ABAC 2 focused on supporting the COVID response
Representatives from across the Asia-Pacific’s business community met on Tuesday to begin mapping out recommendations to the region’s leaders and ministers.
They met as part of ABAC, the Asia-Pacific Economic Cooperation Business Advisory Council. The council meets four times a year and is the business voice and private-sector arm of APEC. Through ABAC representatives can give advice to senior officials, ministers and APEC leaders.
This meeting, known as ABAC 2, is the second of the year. More than 100 people attended the three-hour meeting.
Minister for Trade and Export Growth Damien O’Connor addressed the forum, and its representatives, who included representatives from micro, small and medium enterprises, through to multinationals.
“We want to hear advice from business on how the region can tackle three shared challenges the region is facing in responding to COVID-19,” Minister O’Connor said at the meeting.
“Firstly, how to ensure APEC supports a response to the public health emergency, and helps get our people vaccinated, faster. How we keep supply chains open for essential goods and vaccines.
“How we can and should reject vaccine nationalism, which will damage every one of our economies. How we can resume safe cross-border travel which supports our social and economic connections, while limiting the spread of the virus,” he said.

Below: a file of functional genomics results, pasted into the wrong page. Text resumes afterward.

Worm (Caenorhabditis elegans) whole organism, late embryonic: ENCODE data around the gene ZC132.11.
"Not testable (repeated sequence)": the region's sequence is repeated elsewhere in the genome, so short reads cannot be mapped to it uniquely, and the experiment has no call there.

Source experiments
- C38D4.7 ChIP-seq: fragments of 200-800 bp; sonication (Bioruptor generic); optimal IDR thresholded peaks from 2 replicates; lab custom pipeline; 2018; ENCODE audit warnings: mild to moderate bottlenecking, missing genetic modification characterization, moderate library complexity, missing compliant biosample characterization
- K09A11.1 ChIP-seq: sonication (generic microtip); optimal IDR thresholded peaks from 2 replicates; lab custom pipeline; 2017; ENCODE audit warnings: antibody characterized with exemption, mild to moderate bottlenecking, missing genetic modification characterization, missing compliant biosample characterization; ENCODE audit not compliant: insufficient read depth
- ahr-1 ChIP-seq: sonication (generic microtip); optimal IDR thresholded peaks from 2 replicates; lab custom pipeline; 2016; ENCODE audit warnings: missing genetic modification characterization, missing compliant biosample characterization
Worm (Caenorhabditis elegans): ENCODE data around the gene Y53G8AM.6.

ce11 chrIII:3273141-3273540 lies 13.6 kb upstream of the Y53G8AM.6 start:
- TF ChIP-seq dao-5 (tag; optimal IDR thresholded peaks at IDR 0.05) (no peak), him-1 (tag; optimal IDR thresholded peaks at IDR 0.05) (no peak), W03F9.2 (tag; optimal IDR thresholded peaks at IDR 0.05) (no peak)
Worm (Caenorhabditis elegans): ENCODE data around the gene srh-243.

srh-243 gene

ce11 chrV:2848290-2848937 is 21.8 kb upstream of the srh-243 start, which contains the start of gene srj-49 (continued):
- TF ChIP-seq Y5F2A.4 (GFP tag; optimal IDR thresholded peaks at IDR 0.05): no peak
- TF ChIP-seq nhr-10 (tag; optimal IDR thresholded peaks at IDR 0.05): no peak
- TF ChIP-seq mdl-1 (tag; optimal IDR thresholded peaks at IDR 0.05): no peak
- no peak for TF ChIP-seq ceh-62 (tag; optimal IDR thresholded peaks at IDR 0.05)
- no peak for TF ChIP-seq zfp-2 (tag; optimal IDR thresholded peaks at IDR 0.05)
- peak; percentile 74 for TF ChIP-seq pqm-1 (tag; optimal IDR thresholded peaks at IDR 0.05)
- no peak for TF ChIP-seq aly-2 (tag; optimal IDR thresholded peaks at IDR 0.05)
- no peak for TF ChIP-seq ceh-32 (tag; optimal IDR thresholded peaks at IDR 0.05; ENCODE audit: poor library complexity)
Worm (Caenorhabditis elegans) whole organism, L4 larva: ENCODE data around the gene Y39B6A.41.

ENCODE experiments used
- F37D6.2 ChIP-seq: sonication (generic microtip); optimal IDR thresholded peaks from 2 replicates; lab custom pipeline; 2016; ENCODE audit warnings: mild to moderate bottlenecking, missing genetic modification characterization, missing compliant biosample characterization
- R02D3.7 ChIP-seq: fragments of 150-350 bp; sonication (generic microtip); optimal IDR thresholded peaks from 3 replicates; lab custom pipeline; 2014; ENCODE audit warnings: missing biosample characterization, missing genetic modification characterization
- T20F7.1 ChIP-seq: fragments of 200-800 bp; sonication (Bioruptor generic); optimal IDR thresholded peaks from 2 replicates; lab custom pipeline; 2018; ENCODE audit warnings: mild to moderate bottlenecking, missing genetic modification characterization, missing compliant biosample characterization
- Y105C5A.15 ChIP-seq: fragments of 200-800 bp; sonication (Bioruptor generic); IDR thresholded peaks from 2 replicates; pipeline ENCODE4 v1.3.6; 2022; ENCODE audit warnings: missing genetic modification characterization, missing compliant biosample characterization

“Secondly, how we can ensure the region upholds a fair, open, transparent and predictable trade and investment environment.
“New Zealand’s WTO priorities are well-known – including our work on agriculture, fisheries subsidies, fossil fuel subsidies, WTO reform, e-commerce, environmental goods and services. We want to hear from business where APEC can have the biggest influence on this global forum.
“Thirdly, we will need to consider how we build a more resilient region from this crisis. How we make our recovery sustainable; and ensure that all sectors of our community – including women, small businesses, and indigenous communities – understand and are included in the benefits of trade,” Minister O’Connor said.
A key focus of the meeting was to prepare for ABAC-Ministers Responsible for Trade Dialogue on the 4 June. The dialogue has been designed to allow an exchange between business leaders and all 21 APEC Ministers Responsible for Trade about how best to support the recovery from COVID.
Earlier this year, ABAC chair Rachel Taulelei said the region needed cohesive, coordinated thinking to aid that recovery.
“We are living through the crisis of a century and strength comes from our determination to work together.
“Overcoming the current adversity, whether restoring public health, reopening borders, securing economic recovery or achieving more equitable communities, demands constructive, creative and above all collaborative approaches,” Ms Taulelei added.
APEC’s leaders formed ABAC in 1995 to provide advice from the business community around the region relevant to APEC’s work. Among ABAC's most tangible successes is a Business Travel Card, making it easier for business people to travel around the region.
ABAC’s spotlight will also fall on indigenous economies within APEC and how to empower them for success. Ms Taulelei said it was vital APEC and ABAC engage with indigenous economies, pointing to the Māori economy, which a report from the Reserve Bank and BERL says is worth $68.7 billion to New Zealand, as an example of success.